Institutional investors find bright spot in Asian logistics

Asian investors might be pulling back from logistics, but one country's resilient sector may provide an exception.
Institutional investors find bright spot in Asian logistics

High prices, rising construction costs – which are squeezing margins – and the need to trim allocations to real assets to rebalance portfolios following losses in equity markets, have seen institutional investors pull back from Asia’s property sector this year.

But some advisors and managers have pointed to the resilience of some pockets in the logistics sector in Japan, the region’s second largest after China.  

Suchad Chiaranussati, chairman of SC Capital Partners, the $3.8 billion real estate manager based in Singapore, said that almost half of his investors were holding back on commitments across private real estate strategies globally, although specialised strategies in asset classes such as logistics and data centres were still popular.

Allocations to Asian property markets slumped by 50% in Q1, to $27.2 billion, the lowest level of activity for any quarter in more than a decade, according to the latest APAC Capital Trends, Q1 2023, published by MSCI Real Assets (formerly Real Capital Analytics).

The logistics sector was worst hit: investors flows fell $4.6 billion compared with Q4 2022, a fall of 44%, the highest percentage fall of any sector in the region.

In logistics and data centres, where a shortage of assets has seen many investors allocated earlier in the development cycle in recent years, the sector has been hard hit by rising construction costs.  

“Total construction costs have risen between 30% and 70% for logistics and data centres – both core and shell,” said Chiaranussati, adding that China was the only country that was not facing major cost escalations.

Since last summer SC Capital has been raising assets for its sixth pan-Asia opportunistic fund, which it plans to close at $1 billion. On 19 July, it announced it was teaming up with the Abu Dhabi Investment Authority (ADIA) and Goldman Sachs Asset Management to acquire a portfolio of 27 resort hotels in Japan for $900 million.

"Rising construction costs have the potential to negatively affect investor appetite. They may lead to reduced profit margins, increased project risks and/or a reassessment of the project viability," said Ben McGeachie, industrial, science and technology lead for Asia at construction company Turner & Townsend.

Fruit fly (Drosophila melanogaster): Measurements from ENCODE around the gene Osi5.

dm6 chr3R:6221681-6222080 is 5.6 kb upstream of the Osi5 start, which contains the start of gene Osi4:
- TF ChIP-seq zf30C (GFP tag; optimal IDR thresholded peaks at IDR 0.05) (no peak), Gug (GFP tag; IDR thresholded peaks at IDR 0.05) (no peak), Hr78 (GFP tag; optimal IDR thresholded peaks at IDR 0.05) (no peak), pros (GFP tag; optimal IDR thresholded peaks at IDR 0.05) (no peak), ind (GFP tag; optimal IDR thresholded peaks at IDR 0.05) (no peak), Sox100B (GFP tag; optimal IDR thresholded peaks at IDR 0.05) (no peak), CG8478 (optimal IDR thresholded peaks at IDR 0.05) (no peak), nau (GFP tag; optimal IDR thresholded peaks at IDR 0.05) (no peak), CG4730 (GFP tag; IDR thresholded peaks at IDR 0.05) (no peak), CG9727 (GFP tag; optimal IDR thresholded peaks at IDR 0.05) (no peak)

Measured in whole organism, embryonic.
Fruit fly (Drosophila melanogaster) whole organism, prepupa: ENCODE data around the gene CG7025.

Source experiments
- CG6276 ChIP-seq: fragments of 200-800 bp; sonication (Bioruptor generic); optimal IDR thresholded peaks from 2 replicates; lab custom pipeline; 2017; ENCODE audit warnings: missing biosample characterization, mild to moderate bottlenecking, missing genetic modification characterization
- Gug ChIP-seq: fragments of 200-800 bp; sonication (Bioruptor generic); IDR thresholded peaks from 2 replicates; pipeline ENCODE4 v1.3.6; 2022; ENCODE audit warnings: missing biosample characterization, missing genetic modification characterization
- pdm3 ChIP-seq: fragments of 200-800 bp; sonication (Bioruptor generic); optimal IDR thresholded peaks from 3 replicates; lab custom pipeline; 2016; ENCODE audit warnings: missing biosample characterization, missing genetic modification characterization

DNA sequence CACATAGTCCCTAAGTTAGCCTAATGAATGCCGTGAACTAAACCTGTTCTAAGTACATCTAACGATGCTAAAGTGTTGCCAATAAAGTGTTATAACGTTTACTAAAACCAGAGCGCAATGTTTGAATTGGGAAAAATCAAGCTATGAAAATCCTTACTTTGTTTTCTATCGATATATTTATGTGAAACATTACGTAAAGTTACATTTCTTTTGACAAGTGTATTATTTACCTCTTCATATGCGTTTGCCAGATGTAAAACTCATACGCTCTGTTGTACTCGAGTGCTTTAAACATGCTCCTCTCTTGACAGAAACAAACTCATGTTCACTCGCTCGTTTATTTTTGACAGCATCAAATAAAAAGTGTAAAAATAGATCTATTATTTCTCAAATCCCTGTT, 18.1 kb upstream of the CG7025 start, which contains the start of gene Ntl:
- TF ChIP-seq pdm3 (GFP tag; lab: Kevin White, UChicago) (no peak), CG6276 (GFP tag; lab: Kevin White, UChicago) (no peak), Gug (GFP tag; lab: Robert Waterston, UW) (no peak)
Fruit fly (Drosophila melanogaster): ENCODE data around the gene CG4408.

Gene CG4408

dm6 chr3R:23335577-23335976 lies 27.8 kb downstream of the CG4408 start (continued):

In May, Pamela Ambler, head of investor intelligence, Asia Pacific at JLL told AsianInvestor that crucial to the recovery of transactions would be the willingness of buyers and sellers to bridge the current gap in expectations when it comes to prices “Investors are still reassessing the cost of capital and returns,” she said.


Some industry advisors and consultants, however, believe the appeal of the logistics sector in Japan, could be an exception to the regional trend.

Ben Chow, vice president, head of real assets research, Asia for MSCI, told AsianInvestor that demand for Japan’s industrial sector from investors remained strong.

“Japan is the one market which is in vogue at the moment. Investors scaled back their acquisitions in mid-2022 but given the low interest rate environment and the resilience of the sector in the face of the years of record supply, yields have continued to compress into 2023,” he said.

Unlike those in Australia and South Korea, Japan’s industrial yields – which move inversely to prices – have continued to fall in the first half of 2023, down 20bps, and are now 60 bps lower than they were in Q1 2020, according to MSCI Real Assets. By contrast yields for the sector in Australia have recovered 35 bps this year, and those in South Korea, 25 bps.

Chiaranussati, meanwhile, added that those committing to logistics investments are focusing on prime locations.

Other experts believe that demand may not be long-lasting.

High construction costs are contributing to investors’ cooling appetite for the logistics sector, especially in Tokyo, according to according to CBRE’s Asia Pacific Industrial & Logistics Trends Q1 2023 published in May.

“In Japan, US investors turned from net buyers to net sellers in the first quarter of the year, due to more divestment by large investors to satisfy fund redemptions in their home market,” the report said.

“[In Tokyo] development is not feasible at present as construction costs are high and rents have little room for further growth … Investors are opting to focus on secondary cities where more stock and higher yields are available,” it added.

McGeachie said that Singapore, Tokyo, and Osaka are experiencing the highest construction cost escalation in Asia.

He added that, while low cap rates - which move inversely to prices - may provide a degree of protection to investors during a cooling market by preserving property value, they also suggest reduced income potential and may increase overall investment risk.



¬ Haymarket Media Limited. All rights reserved.